Research to Business
Offer: 625

Surmounting obstacles

A balancing assistant for wheelchairs can cope semi-automatically with obstacles with the aid of sensor and control engineering.

Possible use of the balancing assistant: A wheelchair user is supported semi-automatically when a step is lowered. In an tilted position, he crosses the obstacle.

In everyday life, door sills and steps in public spaces can become a challenge for physically disabled people having to rely on a wheelchair. As a rule, where no ramps or similar aids are available, only practised individuals succeed in surmounting them – which requires a major physical effort to keep the wheelchair balanced. This is why such situations represent a considerable obstacle for many wheelchair users.

State of the art

One well-established force assist approach is wheelchairs with motorised servo assistance. However, they rather tend to support forward motion and only slightly compensate for the user’s lack of force when driving over obstacles. High edges require a balancing act in which a second person or even an additional step-climbing aid may be required.


Here, scientists at the Institute for Control Systems (IRS) have found a solution. A newly developed, semi-automated balancing assistant provides support in surmounting barriers, so that users no longer need to rely on help from other people. For this purpose, sensors are attached to the wheelchair and its wheels that can identify both the position of the wheelchair on a level plane, its surroundings and the force applied by the user, and hence also what the user intends to do. As soon as a wheelchair user encounters an obstacle, a special control algorithm recognises its edge in front of the wheel. Triggered by an impulse given by the user, electric motors bring the wheelchair into a balanced, tilted position. In this position, supported by motor propulsion, the user can exert muscular force to move the wheelchair forward over the obstacle. The control system ensures that the wheelchair is constantly in balance, although the user is still continuously in control of the vehicle.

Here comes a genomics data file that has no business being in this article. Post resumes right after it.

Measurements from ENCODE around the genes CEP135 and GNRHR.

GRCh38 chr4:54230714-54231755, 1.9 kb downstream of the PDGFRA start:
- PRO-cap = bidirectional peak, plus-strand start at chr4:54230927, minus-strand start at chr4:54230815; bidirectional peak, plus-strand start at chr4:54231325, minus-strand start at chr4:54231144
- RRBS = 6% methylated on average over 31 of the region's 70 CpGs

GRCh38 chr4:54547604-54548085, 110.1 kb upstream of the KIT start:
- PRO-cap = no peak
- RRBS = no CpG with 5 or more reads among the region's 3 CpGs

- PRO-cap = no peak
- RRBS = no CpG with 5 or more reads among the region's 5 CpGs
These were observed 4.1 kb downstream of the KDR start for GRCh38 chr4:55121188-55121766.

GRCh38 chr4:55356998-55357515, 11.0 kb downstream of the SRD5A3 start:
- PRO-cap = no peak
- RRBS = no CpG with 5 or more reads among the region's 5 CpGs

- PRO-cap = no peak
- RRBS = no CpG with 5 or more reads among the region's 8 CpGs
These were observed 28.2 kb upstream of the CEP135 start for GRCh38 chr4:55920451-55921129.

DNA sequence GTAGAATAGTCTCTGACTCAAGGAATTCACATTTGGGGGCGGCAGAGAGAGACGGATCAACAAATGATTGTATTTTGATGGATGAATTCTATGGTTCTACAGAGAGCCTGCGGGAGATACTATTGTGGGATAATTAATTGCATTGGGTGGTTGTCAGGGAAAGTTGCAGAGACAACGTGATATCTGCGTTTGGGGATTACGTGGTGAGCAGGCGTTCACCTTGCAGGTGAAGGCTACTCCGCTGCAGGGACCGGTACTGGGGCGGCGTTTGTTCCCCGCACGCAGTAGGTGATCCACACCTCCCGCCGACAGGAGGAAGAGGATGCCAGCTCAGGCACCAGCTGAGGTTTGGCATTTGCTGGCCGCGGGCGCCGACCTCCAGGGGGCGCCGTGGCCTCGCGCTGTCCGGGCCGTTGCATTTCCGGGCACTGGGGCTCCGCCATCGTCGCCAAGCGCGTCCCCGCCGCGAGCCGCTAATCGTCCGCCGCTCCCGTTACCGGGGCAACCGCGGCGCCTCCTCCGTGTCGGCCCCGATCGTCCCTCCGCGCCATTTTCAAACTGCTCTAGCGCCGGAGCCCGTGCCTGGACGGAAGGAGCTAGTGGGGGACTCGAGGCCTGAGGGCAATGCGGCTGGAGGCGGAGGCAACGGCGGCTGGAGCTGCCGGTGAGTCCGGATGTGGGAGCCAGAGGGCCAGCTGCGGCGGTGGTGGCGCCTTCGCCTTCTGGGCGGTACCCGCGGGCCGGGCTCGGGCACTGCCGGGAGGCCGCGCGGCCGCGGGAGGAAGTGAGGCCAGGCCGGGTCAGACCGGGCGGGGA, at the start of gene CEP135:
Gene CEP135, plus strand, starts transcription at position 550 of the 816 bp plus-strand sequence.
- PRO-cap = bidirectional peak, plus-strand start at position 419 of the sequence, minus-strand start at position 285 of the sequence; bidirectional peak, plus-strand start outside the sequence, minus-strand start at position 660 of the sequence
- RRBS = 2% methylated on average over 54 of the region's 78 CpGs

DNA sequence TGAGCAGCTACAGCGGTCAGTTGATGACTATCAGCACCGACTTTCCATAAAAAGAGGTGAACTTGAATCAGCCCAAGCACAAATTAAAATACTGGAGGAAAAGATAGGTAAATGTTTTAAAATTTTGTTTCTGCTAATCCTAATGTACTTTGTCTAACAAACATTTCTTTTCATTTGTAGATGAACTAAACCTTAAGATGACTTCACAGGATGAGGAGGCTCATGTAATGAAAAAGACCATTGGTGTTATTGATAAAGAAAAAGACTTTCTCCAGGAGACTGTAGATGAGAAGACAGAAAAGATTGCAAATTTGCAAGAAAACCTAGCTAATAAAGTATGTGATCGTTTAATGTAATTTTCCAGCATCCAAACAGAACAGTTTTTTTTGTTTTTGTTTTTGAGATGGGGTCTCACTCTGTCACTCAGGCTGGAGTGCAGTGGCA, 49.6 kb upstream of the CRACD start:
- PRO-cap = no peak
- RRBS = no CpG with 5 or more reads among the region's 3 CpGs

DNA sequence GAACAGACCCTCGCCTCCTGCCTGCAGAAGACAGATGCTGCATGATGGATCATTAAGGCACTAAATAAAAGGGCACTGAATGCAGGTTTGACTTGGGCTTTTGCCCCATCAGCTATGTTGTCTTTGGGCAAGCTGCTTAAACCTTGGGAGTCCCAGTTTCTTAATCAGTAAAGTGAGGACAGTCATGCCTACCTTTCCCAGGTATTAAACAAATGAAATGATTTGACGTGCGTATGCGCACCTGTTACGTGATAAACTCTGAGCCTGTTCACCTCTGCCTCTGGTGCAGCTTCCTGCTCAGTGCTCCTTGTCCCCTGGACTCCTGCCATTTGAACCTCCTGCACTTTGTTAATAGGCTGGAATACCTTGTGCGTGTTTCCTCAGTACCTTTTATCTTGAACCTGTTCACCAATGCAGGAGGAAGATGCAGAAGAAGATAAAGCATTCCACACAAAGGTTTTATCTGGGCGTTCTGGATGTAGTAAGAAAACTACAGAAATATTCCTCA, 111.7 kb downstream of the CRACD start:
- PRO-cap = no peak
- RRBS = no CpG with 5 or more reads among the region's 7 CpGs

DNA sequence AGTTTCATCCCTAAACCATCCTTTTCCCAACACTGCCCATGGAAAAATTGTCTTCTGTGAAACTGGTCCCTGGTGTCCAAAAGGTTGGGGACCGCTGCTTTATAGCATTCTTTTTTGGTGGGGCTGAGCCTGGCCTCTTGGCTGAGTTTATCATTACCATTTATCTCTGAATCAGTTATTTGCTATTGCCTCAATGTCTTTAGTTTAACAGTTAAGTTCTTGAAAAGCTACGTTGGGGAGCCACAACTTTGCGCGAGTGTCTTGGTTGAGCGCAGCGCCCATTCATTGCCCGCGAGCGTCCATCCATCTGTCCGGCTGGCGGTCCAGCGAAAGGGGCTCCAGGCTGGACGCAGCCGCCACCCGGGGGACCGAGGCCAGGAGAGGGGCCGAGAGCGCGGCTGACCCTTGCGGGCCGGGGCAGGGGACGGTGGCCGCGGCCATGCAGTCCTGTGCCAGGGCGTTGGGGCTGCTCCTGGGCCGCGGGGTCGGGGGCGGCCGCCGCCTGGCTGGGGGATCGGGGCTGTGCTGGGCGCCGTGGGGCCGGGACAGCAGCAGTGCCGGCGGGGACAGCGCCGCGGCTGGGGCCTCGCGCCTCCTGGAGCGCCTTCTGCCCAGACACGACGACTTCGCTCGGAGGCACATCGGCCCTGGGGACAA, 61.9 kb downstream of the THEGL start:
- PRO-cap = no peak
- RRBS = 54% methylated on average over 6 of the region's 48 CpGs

With the aid of this technology, wheelchair users can achieve more safety and also regain some independence in day-to-day life. Since today’s wheelchairs are already often motorised, the system is easy to integrate in vehicles.

Options for companies

KIT is looking for industrial partners for the further development as well as the production and licencing of this technology.

Your contact person for this offer

Christopher Kling, Karlsruhe Institute of Technology (KIT)
Innovation Manager Mobility, Innovation and Relations Management (IRM)
Phone: +49 721 608-28460


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